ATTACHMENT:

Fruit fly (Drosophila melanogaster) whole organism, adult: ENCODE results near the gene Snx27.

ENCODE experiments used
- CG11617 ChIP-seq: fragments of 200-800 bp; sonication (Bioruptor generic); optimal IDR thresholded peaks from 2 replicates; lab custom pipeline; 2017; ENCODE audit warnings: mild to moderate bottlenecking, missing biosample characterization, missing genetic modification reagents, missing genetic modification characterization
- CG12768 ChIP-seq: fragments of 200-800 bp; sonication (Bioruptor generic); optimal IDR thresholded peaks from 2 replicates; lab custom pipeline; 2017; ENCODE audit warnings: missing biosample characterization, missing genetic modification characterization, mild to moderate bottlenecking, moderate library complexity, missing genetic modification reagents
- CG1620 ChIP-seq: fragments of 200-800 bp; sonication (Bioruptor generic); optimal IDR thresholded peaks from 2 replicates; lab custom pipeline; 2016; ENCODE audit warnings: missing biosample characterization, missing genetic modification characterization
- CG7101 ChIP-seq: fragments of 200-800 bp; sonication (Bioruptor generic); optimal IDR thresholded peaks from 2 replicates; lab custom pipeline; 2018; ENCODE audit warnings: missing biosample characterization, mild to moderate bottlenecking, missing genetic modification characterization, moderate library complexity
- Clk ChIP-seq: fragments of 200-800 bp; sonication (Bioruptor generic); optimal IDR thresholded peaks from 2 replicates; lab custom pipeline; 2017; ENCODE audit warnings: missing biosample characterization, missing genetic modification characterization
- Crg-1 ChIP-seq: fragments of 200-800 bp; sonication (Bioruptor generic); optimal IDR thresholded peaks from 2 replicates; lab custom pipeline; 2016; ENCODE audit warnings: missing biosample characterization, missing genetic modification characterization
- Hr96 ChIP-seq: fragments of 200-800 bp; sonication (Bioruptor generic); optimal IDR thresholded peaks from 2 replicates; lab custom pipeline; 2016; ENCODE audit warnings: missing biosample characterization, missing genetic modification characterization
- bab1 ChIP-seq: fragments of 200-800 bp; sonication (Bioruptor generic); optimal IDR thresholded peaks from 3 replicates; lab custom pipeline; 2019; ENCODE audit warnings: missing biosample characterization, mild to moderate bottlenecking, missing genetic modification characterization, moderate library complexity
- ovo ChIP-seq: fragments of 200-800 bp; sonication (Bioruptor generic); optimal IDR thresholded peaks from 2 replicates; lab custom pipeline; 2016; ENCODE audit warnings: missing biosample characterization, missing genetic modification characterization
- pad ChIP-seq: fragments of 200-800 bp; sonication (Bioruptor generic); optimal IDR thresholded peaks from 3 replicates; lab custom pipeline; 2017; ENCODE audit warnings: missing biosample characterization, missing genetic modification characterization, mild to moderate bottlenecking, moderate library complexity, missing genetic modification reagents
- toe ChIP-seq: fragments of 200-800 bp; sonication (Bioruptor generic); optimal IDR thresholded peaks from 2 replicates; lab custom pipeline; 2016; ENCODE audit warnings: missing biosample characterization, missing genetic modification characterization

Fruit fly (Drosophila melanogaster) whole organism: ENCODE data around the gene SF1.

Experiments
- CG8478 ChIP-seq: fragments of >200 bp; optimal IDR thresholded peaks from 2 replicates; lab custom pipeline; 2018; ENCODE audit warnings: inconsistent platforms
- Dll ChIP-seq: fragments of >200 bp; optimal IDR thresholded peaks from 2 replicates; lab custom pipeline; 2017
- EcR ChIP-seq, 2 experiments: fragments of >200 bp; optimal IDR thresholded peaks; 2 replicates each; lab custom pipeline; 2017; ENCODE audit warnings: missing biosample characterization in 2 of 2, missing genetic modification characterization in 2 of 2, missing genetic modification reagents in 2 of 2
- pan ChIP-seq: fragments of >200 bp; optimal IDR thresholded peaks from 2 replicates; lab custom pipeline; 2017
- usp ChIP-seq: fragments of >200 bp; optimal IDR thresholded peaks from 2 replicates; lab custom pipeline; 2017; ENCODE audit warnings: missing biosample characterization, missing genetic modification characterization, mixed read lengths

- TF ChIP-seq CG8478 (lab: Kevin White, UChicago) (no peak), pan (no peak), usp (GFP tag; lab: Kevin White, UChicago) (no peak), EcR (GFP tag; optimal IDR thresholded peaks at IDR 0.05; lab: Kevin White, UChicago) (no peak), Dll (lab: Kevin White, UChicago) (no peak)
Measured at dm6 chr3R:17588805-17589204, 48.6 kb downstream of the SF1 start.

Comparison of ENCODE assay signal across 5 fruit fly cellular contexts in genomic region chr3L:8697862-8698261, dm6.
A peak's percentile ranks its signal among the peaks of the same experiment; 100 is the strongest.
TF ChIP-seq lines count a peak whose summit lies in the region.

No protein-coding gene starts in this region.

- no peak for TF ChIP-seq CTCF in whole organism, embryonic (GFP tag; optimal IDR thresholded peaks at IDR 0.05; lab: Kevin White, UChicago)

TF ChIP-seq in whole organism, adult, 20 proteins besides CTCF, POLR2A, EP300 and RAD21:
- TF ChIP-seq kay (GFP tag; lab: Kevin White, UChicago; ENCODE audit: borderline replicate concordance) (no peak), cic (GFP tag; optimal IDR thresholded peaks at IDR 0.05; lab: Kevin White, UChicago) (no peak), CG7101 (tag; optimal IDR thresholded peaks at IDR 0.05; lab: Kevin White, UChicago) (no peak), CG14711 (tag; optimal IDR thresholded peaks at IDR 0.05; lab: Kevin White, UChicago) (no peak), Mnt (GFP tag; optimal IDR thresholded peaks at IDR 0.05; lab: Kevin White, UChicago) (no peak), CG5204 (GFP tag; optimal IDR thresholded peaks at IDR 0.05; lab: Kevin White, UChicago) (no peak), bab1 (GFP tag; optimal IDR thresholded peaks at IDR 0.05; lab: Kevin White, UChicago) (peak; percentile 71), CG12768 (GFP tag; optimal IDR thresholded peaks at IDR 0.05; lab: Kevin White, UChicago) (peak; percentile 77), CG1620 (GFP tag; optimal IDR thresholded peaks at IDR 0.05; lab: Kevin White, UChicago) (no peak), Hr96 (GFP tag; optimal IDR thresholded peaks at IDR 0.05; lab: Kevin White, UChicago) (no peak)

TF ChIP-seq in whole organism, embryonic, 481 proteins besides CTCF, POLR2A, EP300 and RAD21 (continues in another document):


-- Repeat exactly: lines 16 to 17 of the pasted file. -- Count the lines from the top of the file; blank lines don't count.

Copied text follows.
- CG8478 ChIP-seq: fragments of >200 bp; optimal IDR thresholded peaks from 2 replicates; lab custom pipeline; 2018; ENCODE audit warnings: inconsistent platforms
- Dll ChIP-seq: fragments of >200 bp; optimal IDR thresholded peaks from 2 replicates; lab custom pipeline; 2017